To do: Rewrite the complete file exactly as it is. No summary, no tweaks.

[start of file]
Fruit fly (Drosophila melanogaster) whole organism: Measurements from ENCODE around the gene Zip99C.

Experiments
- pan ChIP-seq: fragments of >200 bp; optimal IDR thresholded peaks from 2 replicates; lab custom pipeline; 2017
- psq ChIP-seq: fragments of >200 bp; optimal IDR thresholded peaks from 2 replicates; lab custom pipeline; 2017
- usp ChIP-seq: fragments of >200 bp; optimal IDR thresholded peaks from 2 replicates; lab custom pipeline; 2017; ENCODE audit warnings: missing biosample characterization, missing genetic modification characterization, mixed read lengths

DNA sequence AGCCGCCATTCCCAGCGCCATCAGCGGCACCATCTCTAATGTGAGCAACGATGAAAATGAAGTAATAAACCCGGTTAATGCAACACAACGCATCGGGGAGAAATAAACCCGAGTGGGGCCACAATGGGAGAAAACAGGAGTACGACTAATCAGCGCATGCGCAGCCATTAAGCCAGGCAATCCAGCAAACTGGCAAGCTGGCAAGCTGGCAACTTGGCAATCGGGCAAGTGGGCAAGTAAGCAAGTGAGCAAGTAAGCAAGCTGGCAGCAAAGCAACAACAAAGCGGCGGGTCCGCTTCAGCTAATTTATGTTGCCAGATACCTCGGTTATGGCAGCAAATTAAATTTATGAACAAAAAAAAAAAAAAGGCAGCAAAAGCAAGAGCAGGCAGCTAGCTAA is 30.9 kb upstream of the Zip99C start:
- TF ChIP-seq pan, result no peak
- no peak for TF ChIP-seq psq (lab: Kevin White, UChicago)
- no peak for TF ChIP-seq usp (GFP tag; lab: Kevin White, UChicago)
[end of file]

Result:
Fruit fly (Drosophila melanogaster) whole organism: Measurements from ENCODE around the gene Zip99C.

Experiments
- pan ChIP-seq: fragments of >200 bp; optimal IDR thresholded peaks from 2 replicates; lab custom pipeline; 2017
- psq ChIP-seq: fragments of >200 bp; optimal IDR thresholded peaks from 2 replicates; lab custom pipeline; 2017
- usp ChIP-seq: fragments of >200 bp; optimal IDR thresholded peaks from 2 replicates; lab custom pipeline; 2017; ENCODE audit warnings: missing biosample characterization, missing genetic modification characterization, mixed read lengths

DNA sequence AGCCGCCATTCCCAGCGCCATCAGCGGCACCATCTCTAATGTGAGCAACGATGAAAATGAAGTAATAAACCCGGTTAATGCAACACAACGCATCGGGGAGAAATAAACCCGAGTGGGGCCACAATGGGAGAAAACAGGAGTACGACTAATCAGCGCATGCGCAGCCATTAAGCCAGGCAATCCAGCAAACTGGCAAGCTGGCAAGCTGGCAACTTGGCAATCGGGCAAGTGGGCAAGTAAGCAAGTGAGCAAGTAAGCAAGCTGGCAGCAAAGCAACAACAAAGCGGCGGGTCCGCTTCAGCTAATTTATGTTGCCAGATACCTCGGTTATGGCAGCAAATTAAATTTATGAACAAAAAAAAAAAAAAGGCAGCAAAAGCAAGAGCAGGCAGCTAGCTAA is 30.9 kb upstream of the Zip99C start:
- TF ChIP-seq pan, result no peak
- no peak for TF ChIP-seq psq (lab: Kevin White, UChicago)
- no peak for TF ChIP-seq usp (GFP tag; lab: Kevin White, UChicago)